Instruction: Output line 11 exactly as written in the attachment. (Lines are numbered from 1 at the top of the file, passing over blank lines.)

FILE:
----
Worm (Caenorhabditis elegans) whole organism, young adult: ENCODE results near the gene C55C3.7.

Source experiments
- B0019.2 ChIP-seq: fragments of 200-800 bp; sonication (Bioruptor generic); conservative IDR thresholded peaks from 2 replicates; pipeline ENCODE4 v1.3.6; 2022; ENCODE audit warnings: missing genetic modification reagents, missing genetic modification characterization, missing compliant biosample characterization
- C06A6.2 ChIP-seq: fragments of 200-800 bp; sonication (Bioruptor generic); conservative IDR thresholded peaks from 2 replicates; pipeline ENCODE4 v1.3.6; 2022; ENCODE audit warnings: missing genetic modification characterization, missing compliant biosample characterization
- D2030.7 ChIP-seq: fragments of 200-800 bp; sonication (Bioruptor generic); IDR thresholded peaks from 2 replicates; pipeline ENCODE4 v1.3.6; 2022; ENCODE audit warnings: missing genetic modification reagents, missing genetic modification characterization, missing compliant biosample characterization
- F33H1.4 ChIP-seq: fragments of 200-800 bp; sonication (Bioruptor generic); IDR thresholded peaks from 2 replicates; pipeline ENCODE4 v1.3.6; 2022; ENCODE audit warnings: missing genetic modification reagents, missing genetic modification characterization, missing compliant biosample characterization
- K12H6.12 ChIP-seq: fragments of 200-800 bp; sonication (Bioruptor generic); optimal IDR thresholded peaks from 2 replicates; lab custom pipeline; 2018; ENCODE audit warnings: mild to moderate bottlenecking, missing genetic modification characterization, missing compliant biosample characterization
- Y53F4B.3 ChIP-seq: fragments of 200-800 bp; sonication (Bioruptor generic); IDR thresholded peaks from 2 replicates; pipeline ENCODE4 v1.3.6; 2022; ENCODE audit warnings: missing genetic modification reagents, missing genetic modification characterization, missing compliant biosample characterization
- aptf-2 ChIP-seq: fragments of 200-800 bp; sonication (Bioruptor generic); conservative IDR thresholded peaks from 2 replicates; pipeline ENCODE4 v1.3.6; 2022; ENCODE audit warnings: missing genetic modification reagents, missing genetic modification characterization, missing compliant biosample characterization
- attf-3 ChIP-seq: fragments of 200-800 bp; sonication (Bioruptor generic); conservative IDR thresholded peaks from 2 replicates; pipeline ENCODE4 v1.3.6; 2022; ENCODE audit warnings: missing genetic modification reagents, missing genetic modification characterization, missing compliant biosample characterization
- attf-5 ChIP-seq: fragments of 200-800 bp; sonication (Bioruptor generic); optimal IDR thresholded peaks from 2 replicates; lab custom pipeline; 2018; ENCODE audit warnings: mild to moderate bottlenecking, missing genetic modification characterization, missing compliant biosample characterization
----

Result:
- attf-5 ChIP-seq: fragments of 200-800 bp; sonication (Bioruptor generic); optimal IDR thresholded peaks from 2 replicates; lab custom pipeline; 2018; ENCODE audit warnings: mild to moderate bottlenecking, missing genetic modification characterization, missing compliant biosample characterization